Reviewed in this essay: The Killing Season by Geoffrey B. Robinson. Princeton University Press, 2018. 429 pages.
IN THE CENTURY of massacres that was the 20th, the 1965-66 killing of over half a million people in Indonesia received little attention then and receives even less now. The slaughter across the Indonesian archipelago, carried out by military and allied militias, largely over a six-month period, is perhaps ignored because it was not an ethnic genocide and was not a result of Soviet or Chinese policy. This mass murder was carried out by a US ally against communists, specifically and almost solely against the Indonesian Communist Party (PKI), which at the time was the largest non-governing Communist Party in the world—larger, in fact, than both the French and Italian parties, which were usually held up as the beating hearts of the communist movement.
The facts and horrors of this mass killing are the subject of Geoffrey B. Robinson’s essential volume, The Killing Season. In careful detail, Robinson lays out the background for the slaughter and its execution, laying blame squarely on those Indonesians and Western powers responsible for what he calls a crime against humanity—the aftereffects of which are still apparent today.
The politicide began after a failed coup—one Robinson always refers to as “alleged” or “supposed,” since it is entirely possible it was a fake, meant to serve as a pretext to wipe out communism in Indonesia—on October 1st, 1966, in which six generals were killed and supposedly mutilated by an alleged communist-instigated plot. For Robinson, there is little doubt the coup was a fake and a provocation, a pretext for finishing off both the anti-imperialist Sukarno government and a Communist Party that was too strong. Almost immediately, the army and anti-communist militias began to slaughter members of the PKI, events best known now thanks to two brilliant films by Joshua Oppenheimer, 2012’s The Act of Killing and 2014’s The Look of Silence.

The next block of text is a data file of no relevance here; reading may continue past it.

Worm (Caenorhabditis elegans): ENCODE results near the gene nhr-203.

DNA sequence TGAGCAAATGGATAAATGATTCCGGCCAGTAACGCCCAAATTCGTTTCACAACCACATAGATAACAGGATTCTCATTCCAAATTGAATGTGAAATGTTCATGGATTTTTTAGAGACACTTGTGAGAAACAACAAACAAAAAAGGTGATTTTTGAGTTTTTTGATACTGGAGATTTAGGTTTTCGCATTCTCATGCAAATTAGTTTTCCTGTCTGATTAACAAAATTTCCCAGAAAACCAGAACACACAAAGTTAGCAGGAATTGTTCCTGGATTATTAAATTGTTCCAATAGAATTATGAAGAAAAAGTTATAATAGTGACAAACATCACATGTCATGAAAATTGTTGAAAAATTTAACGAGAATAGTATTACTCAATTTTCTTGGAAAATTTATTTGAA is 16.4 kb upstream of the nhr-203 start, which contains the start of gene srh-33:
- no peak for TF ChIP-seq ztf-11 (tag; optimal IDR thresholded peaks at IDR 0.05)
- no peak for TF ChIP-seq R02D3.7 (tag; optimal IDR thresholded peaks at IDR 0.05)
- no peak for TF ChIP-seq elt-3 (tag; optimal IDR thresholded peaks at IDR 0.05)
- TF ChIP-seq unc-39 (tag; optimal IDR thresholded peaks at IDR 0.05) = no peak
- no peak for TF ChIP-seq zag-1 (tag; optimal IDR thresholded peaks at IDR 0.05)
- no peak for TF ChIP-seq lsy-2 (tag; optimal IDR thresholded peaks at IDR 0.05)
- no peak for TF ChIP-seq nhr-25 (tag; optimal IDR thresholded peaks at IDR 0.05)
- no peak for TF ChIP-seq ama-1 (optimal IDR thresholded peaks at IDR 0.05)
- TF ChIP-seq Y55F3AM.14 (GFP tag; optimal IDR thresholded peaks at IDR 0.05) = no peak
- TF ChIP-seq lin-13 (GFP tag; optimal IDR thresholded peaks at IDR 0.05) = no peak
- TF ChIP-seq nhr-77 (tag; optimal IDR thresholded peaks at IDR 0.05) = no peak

The bulk of the killings occurred over the subsequent six-month period, delayed in certain areas only by the need to place new generals more sympathetic to murder in different regions of the vast archipelago. There was nothing industrial about this slaughter. Killings were carried out with machetes, bamboo pikes, knives and guns. Victims were decapitated, their heads left out on display. They were sexually assaulted and dismembered, a response to the claims of mutilation of the generals killed in the supposed coup.
Some victims were executed following trials that took place well after the general massacre, like Sudisman, the mononymic leader of the PKI, in 1967. Others languished for decades in prisons or virtual concentration camps, like the great novelist Pramoedya Ananta Toer, who wrote his classic Buru Quartet while imprisoned at the camp in Buru. According to Robinson, a million people were imprisoned for their politics under military rule.
ALL OF THIS was done with the approval, if not assistance, of the major imperial powers, the US and Britain, though even the Soviets continued to provide aid to the post-Sukarno government of the murderers. The West provided both military support and propaganda for the coup and the killings, and there can be no doubt that Robinson is correct when he says that “. . . the United States and England . . . share responsibility for what today we would call a crime against humanity.” The US had, already in the 1950s, provided funds and materials for anti-communist candidates in elections, and, as Robinson writes, “US policymakers sought to encourage [the military] to play a more direct role in politics . . . to act forcefully together with civilian allies to remove or replace Sukarno and the PKI.” As it would do elsewhere in the insurgent Third World, the US carried out military training programs, “deemed valuable for encouraging anti-communist sentiments among the army’s officer corps.” The sum of US efforts leads Robinson to conclude that “the evidence of CIA and government proposals for dealing with the Communist threat, lend credence to an interpretation that includes deliberate US and other foreign efforts to provoke an open struggle between the Left and the Right on the assumption that in an armed showdown, the Right would win.”